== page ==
There are several potential pitfalls that you should be aware of when developing visualisation applications and content that will be displayed using OVE. Larger displays (in either physical dimensions or resolution) present more challenges, and some of these pitfalls are less of a concern for an OVE installation of a smaller scale.
Deterministic geometry and rendering. If a section spans multiple clients, you should ensure that each client renders its part of the section in a way that is consistent with the other clients. For example, if a word-cloud is drawn using a random algorithm that is performed independently on each client, a word may appear on more than one client, and words that should span the boundary between two clients may only appear on one client. This applies not only to visualizations that you create, but also to existing websites thay you may want to display: for example, the order of items in a news-feed may change each time it is loaded, and some sites display a list of randomly selected links to related pages.
Browser versions. You should ensure that your content displays correctly in the specific browser version used in the OVE environment where you will be displaying your content. This may well be an older version than the version that is installed on your development machine, as software auto-updates may have been disabled in production environments.
Custom libraries. The core OVE apps use stable libraries tested on all DSI visualization environments; if certain features are not working or not tested, these will be stated in the app description. If you use the HTML App to embed content that depends on third-party libraries, you should ensure that they support sufficiently high screen resolutions: for example, chart.js stops rendering area charts at 17000 pixels (less than the horizontal width of the Data Observatory at Imperial, which has a resolution of 30720x4320 pixels). Device emulation within Chrome may assist with this process.
Time synchronisation. Be aware that the clocks on each machine may not be precisely synchronised and cannot be used to time animations without taking clock drift into account.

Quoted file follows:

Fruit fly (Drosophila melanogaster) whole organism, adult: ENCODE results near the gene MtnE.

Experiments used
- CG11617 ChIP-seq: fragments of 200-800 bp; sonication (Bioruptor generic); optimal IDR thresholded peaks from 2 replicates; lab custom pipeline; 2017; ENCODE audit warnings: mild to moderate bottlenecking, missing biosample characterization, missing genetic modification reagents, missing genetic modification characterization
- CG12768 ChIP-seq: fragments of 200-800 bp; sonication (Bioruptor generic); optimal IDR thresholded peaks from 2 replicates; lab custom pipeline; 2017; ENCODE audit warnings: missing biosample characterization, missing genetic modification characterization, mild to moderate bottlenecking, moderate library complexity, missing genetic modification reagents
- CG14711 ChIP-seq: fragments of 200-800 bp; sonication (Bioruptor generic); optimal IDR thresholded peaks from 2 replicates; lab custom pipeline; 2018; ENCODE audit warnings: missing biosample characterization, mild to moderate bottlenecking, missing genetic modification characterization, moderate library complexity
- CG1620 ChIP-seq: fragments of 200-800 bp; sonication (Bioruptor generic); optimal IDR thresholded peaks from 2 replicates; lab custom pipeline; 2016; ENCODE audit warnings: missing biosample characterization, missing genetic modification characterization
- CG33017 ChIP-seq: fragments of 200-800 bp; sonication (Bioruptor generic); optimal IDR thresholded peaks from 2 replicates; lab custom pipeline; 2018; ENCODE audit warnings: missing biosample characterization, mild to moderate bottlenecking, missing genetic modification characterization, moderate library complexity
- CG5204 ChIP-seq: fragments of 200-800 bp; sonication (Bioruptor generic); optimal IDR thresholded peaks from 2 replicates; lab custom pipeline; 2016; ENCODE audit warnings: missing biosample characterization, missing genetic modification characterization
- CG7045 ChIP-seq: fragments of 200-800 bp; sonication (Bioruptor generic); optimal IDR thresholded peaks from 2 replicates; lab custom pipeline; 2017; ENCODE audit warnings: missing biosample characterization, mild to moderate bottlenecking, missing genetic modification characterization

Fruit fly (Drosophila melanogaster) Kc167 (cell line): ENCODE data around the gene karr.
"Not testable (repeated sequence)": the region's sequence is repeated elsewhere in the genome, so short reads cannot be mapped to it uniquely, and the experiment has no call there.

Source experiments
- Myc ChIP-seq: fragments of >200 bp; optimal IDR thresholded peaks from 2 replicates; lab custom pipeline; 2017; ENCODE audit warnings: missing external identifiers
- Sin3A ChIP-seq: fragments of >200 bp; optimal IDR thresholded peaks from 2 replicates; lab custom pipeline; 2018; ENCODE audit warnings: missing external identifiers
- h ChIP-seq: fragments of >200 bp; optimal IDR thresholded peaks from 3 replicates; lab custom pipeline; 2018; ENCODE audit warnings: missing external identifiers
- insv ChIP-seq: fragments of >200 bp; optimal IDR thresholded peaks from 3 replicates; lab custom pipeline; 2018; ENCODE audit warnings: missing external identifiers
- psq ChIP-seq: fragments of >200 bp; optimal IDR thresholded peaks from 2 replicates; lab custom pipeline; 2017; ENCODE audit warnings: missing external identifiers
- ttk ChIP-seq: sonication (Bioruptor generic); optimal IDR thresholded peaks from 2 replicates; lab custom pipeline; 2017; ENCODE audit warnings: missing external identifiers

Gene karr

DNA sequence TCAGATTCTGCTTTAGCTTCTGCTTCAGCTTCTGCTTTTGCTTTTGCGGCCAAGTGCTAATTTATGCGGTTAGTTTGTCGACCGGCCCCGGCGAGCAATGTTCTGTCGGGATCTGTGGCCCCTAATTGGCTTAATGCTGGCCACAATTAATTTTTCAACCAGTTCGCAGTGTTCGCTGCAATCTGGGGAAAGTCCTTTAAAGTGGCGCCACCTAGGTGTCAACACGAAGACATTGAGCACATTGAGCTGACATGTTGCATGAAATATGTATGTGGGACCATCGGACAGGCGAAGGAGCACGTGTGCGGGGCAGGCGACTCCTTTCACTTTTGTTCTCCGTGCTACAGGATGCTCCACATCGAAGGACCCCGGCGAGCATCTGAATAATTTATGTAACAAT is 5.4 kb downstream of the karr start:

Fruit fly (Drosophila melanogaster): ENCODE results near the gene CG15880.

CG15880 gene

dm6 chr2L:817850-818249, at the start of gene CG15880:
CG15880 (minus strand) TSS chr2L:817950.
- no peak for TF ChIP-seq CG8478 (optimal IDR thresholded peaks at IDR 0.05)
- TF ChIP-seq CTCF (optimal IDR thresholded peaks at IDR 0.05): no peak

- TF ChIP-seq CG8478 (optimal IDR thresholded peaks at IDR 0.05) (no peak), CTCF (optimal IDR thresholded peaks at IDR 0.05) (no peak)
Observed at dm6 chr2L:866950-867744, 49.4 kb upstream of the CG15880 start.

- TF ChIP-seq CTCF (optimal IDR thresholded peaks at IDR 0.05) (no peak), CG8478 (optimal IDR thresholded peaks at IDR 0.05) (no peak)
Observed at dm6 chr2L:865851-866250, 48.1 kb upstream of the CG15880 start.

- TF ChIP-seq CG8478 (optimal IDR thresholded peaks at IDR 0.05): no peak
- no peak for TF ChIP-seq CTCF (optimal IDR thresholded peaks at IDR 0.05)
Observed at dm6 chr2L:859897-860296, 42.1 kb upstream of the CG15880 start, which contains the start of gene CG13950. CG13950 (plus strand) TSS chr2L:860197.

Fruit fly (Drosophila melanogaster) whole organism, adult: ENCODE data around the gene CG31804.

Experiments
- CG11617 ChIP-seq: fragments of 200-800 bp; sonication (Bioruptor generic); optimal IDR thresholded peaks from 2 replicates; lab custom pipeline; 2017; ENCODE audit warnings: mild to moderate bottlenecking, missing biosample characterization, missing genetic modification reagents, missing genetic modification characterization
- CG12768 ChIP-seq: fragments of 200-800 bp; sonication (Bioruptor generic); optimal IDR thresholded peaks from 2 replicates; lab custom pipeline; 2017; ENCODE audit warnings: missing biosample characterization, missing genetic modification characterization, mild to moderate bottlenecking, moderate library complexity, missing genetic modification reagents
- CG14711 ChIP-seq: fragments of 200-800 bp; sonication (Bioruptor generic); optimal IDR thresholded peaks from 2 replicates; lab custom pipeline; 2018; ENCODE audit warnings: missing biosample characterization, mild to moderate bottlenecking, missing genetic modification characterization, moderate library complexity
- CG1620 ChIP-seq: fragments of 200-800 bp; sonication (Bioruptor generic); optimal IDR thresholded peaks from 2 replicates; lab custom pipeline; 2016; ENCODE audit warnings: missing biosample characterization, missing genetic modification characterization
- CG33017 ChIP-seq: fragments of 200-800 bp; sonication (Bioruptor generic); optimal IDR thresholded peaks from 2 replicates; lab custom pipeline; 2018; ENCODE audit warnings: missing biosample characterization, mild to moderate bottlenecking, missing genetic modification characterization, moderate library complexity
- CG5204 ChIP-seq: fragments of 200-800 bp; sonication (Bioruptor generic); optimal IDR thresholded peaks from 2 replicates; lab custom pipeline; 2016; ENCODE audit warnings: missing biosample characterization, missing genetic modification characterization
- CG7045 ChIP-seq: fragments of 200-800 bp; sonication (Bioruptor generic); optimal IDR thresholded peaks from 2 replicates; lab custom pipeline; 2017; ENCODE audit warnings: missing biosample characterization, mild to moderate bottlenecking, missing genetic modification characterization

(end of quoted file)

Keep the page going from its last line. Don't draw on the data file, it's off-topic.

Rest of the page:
Server scalability. If a section spans multiple OVE clients, then each may make near-simultaneous requests for the same content (e.g., webpages in the case of the HTML App, or image tiles in the case of the Images App). You should ensure that whatever server(s) that is deployed to serve these requests to be configured to handle the expected load. Additionally, if you are loading content from a third-party service using an API, you should ensure that you will not exceed limits on the peak request frequency (which could result in your requests being throttled or API keys revoked).
Frame options. A website can set the X-Frame-Options header to indicate that it should not be embedded in an iframe; this will prevent it from being loaded by the HTML App. Some websites use this mechanism to disallow embedding except for specific alternative URLs.
Background colours. White backgrounds may be blinding when displayed on multiple monitors. Dark or black backgrounds will help to hide screen bezels, which can otherwise be distracting.
Content density. When designing your visualisation and content for a high resolution environment, be aware that content that looks dense on a laptop may look very sparse and spread-out when displayed upon a large screen.
Content sizing. Ensure that your content is readable from the distance at which you expect it to be read by your audience.
Content positioning. If presenting to a standing audience, do not rely on viewers being able to read the lower third of the display area, and position titles high up. For large charts, it is a good practice to duplicate any chart legends so that no part of the chart is far away from the legend. Position content to minimise the interruption of important features by bezels.
Content flow. Think carefully about how you will arrange content. This is particularly important when using a large immersive display, as viewers may have to turn their heads or walk across a room in order to look at a different part of the display, rather than simply moving their eyes. A common practice is to arrange things in order from left to right, and from top to bottom.
Animation. Animation which look reasonable on your laptop screen may become nauseating when viewed on a large screen. To avoid this, animated motion should be slow. Sequentially zooming out, panning, and then zooming back in can also be less nauseating than directly animating a pan in a zoomed-in view.
User interaction considerations¶
Controller mobility. If you intend to present to a larger audience, consider creating a control panel that can be operated using a phone or tablet so that you can move around without being tethered to a particular location.
Multiple control panels. Be aware that it is common practice to run multiple control panels for your visualisations; you should design your content to support this. Specifically, this means that control panels should not hold unique state: if they hold state, this should be shared with other control panels (either by using the OVE framework’s API endpoints to save and load state, or by communicating directly using a WebSocket). When a new control panel loads, it should not reset the display.